However, a young transfeminine person (male sexed but female gendered) who has raised the nearly $4,000 a routine breast augmentation requires will be turned away by most reputable plastic surgeons unless she has proof from several psychiatric professionals that she truly suffers from a psychiatric problem of Gender Identity Disorder that can only be treated by surgery to conform her sex (Male) to her gender (Female). There is a great discussion (it is an academic one) about one man’s quest to achieve a double mastectomy and the roadblocks of achieving same – he never was able to conform his “gender” narrative to the exceedingly strict requirements to attain transition.
So, at the outset, Transgender persons labor under this medical perception that they’re “sick.” The second hurdle is whether a person is “Transgender enough.” To quote Rachel Pollack:
“What sense does it make to label some people as true transsexuals, and others as secondary, or confused, or imitation? Whom does such an attitude serve? I can think of no one but the gatekeepers, those who would seize the power of life and death by demanding that transsexuals satisfy an arbitrary standard. To accept such standards, to rank ourselves and others according to a hierarchy of true trans sexuality, to try to recast our own histories to make sure they fit the approved model, can only tear us down, all of us, even the ones lucky enough to match that model.” (emphasis is mine)
What is a gender narrative? It is, in short, the sum of a Transgendered person’s life to be regurgitated upon command whenever one’s gender is
in question. When in a group of transgendered folks, much like in Alcoholics’ Anonymous, you are expected to articulate your gender narrative in order to achieve inclusion to the group – “Hi, I’m James, and I’m gender-nonconforming” – unlike AA, in many situations, that narrative does not guarantee you immediate inclusion and sympathy from the group. Transgender persons, to our own detriment, have internalized the arbitrary standard of “genuineness” imposed by the cis-gendered world. And there is often a ferocious policing of that standard within the community.
The Lesbian and Gay community also have their own standards of conformity. If someone is female sexed but male gendered they may find themselves ostracized by the Lesbian majority upon transition – they have chosen to be a “straight” guy – one who will never be seen as a true male by outside society. Similarly, as one gay man I know said, “If I want dick, I want dick – I don’t want it wrapped up in a dress with lip-gloss and eyeliner;” too female to be gay, but not female enough to be straight. One of the more prominent gay activists of our time is constantly being “glitter bombed” by transgender activists for being transphobic. The damning words from their mouths, those who are supposedly “allies” in LGBTQ alphabet soup are often more hurtful, and sometimes more vitriolic, than that of “straights.”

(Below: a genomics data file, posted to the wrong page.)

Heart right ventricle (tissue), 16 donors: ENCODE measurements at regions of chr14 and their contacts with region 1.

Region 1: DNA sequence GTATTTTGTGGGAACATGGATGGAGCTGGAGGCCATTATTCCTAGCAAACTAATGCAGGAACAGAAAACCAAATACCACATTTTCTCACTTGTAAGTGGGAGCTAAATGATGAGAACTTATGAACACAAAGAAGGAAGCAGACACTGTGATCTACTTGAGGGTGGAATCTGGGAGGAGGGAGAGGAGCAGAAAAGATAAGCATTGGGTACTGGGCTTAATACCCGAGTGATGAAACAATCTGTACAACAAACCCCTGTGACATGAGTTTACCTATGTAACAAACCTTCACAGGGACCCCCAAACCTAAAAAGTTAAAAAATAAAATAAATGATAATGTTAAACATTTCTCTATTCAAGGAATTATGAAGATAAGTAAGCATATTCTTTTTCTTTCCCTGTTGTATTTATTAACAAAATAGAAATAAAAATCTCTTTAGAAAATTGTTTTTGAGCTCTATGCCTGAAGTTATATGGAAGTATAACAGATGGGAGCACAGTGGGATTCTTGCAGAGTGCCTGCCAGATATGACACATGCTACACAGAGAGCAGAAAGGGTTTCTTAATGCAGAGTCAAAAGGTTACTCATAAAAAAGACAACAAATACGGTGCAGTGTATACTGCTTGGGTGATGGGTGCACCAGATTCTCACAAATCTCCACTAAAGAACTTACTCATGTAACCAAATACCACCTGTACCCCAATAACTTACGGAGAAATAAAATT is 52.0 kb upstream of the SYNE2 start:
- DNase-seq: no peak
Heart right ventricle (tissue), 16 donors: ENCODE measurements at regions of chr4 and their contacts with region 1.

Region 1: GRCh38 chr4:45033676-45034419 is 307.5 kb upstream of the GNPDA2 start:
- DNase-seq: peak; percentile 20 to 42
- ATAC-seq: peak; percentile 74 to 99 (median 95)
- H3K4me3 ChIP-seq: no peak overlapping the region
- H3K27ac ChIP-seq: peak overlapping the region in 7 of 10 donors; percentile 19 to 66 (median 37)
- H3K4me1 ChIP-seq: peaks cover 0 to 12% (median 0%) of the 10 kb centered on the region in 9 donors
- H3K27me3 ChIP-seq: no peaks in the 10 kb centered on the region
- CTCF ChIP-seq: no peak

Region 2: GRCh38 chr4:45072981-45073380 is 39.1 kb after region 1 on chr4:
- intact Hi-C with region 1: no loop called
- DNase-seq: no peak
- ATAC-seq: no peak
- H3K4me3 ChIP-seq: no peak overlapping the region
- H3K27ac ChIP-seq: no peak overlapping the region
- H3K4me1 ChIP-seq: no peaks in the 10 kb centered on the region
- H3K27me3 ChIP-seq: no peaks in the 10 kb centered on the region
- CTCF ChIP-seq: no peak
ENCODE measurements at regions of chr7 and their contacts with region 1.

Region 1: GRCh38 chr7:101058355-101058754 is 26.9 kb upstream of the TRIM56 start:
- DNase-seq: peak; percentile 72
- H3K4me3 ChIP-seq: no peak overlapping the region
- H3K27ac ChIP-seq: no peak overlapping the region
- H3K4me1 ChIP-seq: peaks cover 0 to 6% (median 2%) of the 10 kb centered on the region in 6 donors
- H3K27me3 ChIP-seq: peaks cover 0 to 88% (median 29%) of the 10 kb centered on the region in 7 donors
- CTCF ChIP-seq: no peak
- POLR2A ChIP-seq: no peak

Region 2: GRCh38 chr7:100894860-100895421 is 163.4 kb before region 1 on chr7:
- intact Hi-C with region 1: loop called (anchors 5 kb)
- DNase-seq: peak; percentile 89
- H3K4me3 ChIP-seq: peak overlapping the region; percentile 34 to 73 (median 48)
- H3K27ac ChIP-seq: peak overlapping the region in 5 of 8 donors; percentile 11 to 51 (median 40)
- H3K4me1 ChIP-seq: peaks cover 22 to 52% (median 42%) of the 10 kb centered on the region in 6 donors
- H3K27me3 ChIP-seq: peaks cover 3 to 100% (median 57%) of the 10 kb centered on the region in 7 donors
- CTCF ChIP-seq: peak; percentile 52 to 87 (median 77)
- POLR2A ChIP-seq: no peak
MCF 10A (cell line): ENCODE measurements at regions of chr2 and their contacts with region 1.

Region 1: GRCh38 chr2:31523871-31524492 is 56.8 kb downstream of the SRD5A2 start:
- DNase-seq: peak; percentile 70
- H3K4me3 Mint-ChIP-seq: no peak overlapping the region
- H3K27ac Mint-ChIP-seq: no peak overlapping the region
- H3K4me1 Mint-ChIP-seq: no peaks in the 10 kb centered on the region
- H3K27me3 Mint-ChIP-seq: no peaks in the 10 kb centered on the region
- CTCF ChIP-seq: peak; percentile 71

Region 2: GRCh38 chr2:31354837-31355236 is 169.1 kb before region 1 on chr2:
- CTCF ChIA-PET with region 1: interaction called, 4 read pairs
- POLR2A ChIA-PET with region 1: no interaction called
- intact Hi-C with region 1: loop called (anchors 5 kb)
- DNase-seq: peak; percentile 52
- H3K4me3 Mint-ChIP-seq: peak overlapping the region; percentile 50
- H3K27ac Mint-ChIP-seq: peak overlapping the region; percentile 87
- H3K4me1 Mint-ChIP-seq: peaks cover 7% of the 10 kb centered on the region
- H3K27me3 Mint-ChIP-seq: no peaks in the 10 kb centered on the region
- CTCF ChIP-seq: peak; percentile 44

Outside “straight” society also asserts control over the normal a transgendered person has to negotiate. As a friend once expressed it in the most basic way: the dilemma of standing outside the men’s and women’s restrooms and trying to gauge which one you’re going to get less flack for using that day. The bathroom-enforcers will go after you if you too strongly present as the sex opposite to the bathroom choice you’ve made. There is an entire site dedicated to “safe” bathrooms for the T community, where you can take a leak without getting harassed. There are hundreds of those types of issues that a transgendered person must negotiate every day. Crossing the boundary between perception and reality can have serious consequences – from a mere refusal to serve a transgendered person to physical violence. Most who live along the transgendered spectrum have suffered somewhere along those lines.
Personal relationships are a field of land-mines about how much to reveal and when. Will your lover still love you – or is their love of you conditioned upon your sex. If you met your lover when presenting as your gender when do you tell them that your gender is not your sex? Will your lover leave you when you feel comfortable enough to tell them something it’s taken you a life time to come to terms with? What if your self awareness comes long after you’re already in a stable relationship? You love this person…and they’re liable to reject you for who you are. It is a terrible, soul crushing fear for many.
I know I haven’t settled anything here. I hope I’ve made you think and stop for a moment and consider someone else’s gender narrative a bit. You may feel, “betrayed,” when you discover someone’s sex is not their gender…
But imagine, if you will, sitting in traffic wondering if you could get a double mastectomy by binding so tight that you actually did damage to the structure of your breasts or if you mutilated your dick enough in some “freak” accident would the doctors go with reassignment? Imagine living day to day wondering if today is the day someone makes a scene about what you look like or, even, how bad will today’s scene be? Imagine seeing yourself in your dreams and waking up to the reflection in the mirror.
Imagine living every day of your life, living in someone else’s skin.